Christian Bowhunters of America: Is it really Christian?
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Christian Bowhunters of America
Is it really Christian?
Comment by Veronica - 25 June 2005

My comment is in response to Jim Pryor's post.  He asked some rather odd questions to justify his "art of hunting" that I would like to answer with the help of PETA (People for The Ethical Treatment of Animals).

1.  "Are we exercising proper dominion when animals starve to death because of overpopulation?

 If left unaltered, the delicate balance of nature’s ecosystems ensures the survival of most species. Natural predators help maintain this balance by killing only the sickest and weakest individuals. Hunters, however, kill any animal they would like to hang over the fireplace—including large, healthy animals who are needed to keep the population strong.

Even when unusual occurrences cause temporary animal-overpopulation problems, natural processes quickly stabilize the group. Starvation and disease are unfortunate, but they are nature’s way of ensuring that healthy, strong animals survive and maintain the strength of the entire herd or group. Shooting an animal because he or she might starve or become sick is arbitrary and destructive.

2.   "Are we faithful stewards when animals die to disease because of overpopulation?

 Like I said before, nature will take care of its own.  But, hunting and slaughtering animals can exacerbate other problems. For example, the transfer of captive-bred deer and elk between states for the purpose of hunting is believed to have contributed to the epidemic spread of chronic wasting disease (CWD). As a result, the U.S. Department of Agriculture (USDA) has given state wildlife agencies millions of dollars to “manage” deer and elk populations. The fatal, neurological illness that affects these animals has been likened to mad cow disease, and while the USDA and the Centers for Disease Control and Prevention claim that CWD has no relationship to any similar diseases that affect humans or domesticated livestock, the slaughter of deer and elk is slated to continue.
 
Another problem with hunting involves the introduction of exotic “game” animals who, if able to escape and thrive, pose a threat to native wildlife and established ecosystems. A group of non-native wild boars escaped from a private ranch and moved into the forests of Cambria County, Pa., prompting that state to draft a bill prohibiting the importation of any exotic species.

3.    "Is it good stewardship of the resources of God when 63,000 deer are killed on the highways in my home state of Pennsylvania a year?

 Just because we have taken over most of the land that animals have been using for years and built highways everywhere, doesn't mean we should kill the deer to protect them from being hit by a car.  That isn't the answer and it doesn't make sense.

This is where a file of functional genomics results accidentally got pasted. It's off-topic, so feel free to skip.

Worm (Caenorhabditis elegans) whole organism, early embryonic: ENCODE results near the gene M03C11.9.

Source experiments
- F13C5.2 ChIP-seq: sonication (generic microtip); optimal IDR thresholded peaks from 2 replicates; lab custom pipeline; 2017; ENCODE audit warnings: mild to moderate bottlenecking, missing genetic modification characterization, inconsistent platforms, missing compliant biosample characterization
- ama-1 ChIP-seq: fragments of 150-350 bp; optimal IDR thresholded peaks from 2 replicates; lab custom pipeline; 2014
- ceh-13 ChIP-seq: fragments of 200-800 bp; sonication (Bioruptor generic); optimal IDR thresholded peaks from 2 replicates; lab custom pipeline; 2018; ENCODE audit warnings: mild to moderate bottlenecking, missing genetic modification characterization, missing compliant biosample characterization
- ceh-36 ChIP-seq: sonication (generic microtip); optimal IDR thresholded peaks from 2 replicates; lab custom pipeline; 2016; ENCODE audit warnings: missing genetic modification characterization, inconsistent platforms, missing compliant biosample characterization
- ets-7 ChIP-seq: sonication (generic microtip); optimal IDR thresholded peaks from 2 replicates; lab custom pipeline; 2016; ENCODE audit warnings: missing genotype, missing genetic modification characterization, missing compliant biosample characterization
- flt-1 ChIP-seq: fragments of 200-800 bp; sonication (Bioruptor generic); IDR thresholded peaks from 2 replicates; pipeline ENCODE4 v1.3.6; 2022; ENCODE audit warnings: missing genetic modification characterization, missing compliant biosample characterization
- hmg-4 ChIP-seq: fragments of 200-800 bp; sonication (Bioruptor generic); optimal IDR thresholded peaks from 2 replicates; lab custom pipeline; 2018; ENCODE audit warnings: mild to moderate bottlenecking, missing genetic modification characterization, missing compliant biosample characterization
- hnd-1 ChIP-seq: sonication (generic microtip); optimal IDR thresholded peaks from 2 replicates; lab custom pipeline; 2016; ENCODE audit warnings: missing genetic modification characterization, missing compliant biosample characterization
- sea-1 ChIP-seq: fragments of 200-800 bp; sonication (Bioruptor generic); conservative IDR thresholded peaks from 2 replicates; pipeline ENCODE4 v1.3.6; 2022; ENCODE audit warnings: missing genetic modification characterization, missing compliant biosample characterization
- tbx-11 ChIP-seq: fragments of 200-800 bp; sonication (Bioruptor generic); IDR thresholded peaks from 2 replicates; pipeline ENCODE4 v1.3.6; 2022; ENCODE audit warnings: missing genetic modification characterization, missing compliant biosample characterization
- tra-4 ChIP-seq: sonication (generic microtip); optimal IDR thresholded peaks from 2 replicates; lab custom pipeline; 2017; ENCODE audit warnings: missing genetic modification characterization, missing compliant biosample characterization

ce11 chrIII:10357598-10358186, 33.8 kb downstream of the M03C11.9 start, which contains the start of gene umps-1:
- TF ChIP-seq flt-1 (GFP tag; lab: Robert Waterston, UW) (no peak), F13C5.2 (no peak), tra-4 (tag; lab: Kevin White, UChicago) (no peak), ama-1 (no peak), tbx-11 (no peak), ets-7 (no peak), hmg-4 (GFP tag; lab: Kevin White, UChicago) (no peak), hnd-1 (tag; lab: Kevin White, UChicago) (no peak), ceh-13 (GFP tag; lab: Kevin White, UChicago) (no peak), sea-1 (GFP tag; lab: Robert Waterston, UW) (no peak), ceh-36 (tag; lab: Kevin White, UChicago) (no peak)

He also says "Hunting makes great strides in controlling the animal numbers so that some of the above does not happen."

 There are 20 million deer in the U.S., and because hunting has been an ineffective method to “control” populations (one Pennsylvania hunter “manages” the population by clearing his 600-acre plot of wooded land and planting corn to attract deer), some wildlife agencies are considering other management techniques. Several recent studies suggest that sterilization is an effective, long-term solution to overpopulation. A method called TNR (trap, neuter, and return) has been tried on deer in Ithaca, N.Y., and an experimental birth-control vaccine is being used on female deer in Princeton, N.J.  One Georgia study suggested for 1,500 white-tailed deer on Cumberland Island concluded that “herd size in closed populations can be regulated in the field relatively quickly if fertile and sterile animals can be identified … and an appropriate sterilization schedule is generated
 
Hunting has contributed to the extinction of animal species all over the world, including the Tasmanian tiger and the great auk. Although less than 5 percent of the U.S. population hunts, it is permitted in many wildlife refuges, national forests and state parks, and other public lands. Forty percent of hunters kill animals on public land, which means that every year, on the half-billion acres of public land in the U.S., millions of animals who “belong” to the more than 95 percent of Americans who do not hunt are slaughtered and maimed by hunters, and by some estimates, poachers kill just as many illegally. 
 
I believe that when God said Thou Shalt Not Kill, he meant it.  He didn't say just don't kill people, he just said don't kill period.
 
-Veronica

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